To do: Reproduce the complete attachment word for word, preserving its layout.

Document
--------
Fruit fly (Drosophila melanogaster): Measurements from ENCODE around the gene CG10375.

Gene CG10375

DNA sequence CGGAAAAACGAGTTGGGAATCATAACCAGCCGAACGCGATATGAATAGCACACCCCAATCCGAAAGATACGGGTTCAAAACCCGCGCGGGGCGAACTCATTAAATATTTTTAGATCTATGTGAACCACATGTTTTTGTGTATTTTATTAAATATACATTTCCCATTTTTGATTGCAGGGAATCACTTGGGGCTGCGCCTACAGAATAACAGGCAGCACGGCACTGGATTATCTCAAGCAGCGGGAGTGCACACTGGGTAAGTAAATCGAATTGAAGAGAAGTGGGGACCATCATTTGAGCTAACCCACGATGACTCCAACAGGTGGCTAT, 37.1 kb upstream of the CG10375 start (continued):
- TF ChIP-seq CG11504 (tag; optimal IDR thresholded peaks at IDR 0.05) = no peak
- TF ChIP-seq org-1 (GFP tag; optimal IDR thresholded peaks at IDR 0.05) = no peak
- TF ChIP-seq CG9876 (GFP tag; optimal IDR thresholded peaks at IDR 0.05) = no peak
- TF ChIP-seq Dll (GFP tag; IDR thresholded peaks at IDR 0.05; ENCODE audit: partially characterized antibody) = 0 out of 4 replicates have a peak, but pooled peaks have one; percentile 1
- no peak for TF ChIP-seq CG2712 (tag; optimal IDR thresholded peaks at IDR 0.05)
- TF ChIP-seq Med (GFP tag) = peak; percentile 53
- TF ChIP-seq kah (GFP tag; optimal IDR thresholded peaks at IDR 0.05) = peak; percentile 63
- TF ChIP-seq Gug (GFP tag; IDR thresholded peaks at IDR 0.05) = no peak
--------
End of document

Fruit fly (Drosophila melanogaster): Measurements from ENCODE around the gene CG10375.

Gene CG10375

DNA sequence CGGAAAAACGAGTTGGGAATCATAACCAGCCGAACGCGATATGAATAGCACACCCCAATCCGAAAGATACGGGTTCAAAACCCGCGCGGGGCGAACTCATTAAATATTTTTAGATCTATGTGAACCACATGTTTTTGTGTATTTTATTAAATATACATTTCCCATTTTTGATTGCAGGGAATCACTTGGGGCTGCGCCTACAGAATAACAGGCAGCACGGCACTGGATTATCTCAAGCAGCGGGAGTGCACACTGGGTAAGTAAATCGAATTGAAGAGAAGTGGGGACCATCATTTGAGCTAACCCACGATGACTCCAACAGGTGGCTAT, 37.1 kb upstream of the CG10375 start (continued):
- TF ChIP-seq CG11504 (tag; optimal IDR thresholded peaks at IDR 0.05) = no peak
- TF ChIP-seq org-1 (GFP tag; optimal IDR thresholded peaks at IDR 0.05) = no peak
- TF ChIP-seq CG9876 (GFP tag; optimal IDR thresholded peaks at IDR 0.05) = no peak
- TF ChIP-seq Dll (GFP tag; IDR thresholded peaks at IDR 0.05; ENCODE audit: partially characterized antibody) = 0 out of 4 replicates have a peak, but pooled peaks have one; percentile 1
- no peak for TF ChIP-seq CG2712 (tag; optimal IDR thresholded peaks at IDR 0.05)
- TF ChIP-seq Med (GFP tag) = peak; percentile 53
- TF ChIP-seq kah (GFP tag; optimal IDR thresholded peaks at IDR 0.05) = peak; percentile 63
- TF ChIP-seq Gug (GFP tag; IDR thresholded peaks at IDR 0.05) = no peak